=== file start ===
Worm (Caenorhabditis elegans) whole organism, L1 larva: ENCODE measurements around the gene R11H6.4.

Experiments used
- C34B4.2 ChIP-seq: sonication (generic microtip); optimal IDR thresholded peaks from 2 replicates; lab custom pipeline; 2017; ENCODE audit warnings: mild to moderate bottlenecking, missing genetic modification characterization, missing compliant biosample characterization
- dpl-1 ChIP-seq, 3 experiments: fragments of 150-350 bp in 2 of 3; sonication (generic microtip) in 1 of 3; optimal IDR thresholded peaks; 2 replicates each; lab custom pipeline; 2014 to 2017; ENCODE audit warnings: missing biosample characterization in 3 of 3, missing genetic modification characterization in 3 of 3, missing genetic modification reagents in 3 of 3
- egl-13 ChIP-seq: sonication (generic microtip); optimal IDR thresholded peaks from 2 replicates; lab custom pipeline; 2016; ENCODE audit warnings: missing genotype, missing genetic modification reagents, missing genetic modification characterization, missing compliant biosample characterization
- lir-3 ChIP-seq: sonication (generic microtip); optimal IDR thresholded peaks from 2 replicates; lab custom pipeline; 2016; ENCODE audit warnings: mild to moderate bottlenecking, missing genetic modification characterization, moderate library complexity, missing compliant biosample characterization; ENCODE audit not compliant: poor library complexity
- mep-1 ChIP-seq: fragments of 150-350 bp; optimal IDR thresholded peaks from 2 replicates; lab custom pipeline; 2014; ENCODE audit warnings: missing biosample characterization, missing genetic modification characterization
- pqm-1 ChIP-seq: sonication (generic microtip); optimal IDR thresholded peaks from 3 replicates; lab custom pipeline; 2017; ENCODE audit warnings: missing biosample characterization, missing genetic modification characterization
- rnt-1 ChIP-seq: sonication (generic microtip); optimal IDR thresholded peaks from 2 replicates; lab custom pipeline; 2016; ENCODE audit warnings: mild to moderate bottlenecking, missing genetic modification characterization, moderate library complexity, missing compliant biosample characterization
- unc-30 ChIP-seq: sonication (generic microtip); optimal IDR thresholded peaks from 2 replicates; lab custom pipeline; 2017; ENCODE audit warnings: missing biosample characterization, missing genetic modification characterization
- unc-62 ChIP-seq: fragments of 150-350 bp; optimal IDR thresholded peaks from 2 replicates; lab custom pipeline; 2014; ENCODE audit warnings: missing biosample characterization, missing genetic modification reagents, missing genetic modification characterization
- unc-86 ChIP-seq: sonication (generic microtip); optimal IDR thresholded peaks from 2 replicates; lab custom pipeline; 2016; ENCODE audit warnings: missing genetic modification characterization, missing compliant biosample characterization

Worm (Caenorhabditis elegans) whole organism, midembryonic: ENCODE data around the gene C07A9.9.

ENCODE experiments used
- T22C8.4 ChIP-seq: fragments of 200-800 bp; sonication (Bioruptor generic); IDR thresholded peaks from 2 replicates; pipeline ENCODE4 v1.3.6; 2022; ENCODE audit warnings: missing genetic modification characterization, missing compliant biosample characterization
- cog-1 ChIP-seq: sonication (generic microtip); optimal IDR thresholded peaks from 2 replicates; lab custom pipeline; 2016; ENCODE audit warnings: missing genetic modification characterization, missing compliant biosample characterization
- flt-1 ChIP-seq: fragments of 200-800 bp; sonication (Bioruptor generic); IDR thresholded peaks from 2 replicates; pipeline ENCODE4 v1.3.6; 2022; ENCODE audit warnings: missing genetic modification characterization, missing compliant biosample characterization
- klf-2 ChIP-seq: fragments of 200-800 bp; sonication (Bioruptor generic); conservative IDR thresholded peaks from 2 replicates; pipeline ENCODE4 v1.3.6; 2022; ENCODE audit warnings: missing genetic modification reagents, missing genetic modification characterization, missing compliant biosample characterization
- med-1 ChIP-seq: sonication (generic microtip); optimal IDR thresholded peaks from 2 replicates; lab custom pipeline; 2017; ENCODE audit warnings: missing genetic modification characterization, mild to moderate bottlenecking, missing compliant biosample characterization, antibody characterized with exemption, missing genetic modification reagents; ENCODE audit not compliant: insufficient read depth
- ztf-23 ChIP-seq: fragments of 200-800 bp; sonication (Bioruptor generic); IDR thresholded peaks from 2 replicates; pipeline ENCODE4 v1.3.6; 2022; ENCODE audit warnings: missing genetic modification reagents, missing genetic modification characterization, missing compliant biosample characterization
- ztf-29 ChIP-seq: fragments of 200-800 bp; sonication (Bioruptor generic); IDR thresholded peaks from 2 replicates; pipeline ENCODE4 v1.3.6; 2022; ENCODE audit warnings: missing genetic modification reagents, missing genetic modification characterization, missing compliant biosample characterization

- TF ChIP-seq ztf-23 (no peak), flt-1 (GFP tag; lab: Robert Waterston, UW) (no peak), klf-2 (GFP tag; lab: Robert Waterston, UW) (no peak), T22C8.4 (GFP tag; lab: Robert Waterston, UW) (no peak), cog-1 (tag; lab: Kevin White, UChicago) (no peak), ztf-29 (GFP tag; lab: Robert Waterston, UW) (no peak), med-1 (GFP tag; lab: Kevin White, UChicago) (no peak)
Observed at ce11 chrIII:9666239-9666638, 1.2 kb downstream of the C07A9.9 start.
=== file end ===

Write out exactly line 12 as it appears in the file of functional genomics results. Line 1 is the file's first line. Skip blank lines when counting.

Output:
- unc-86 ChIP-seq: sonication (generic microtip); optimal IDR thresholded peaks from 2 replicates; lab custom pipeline; 2016; ENCODE audit warnings: missing genetic modification characterization, missing compliant biosample characterization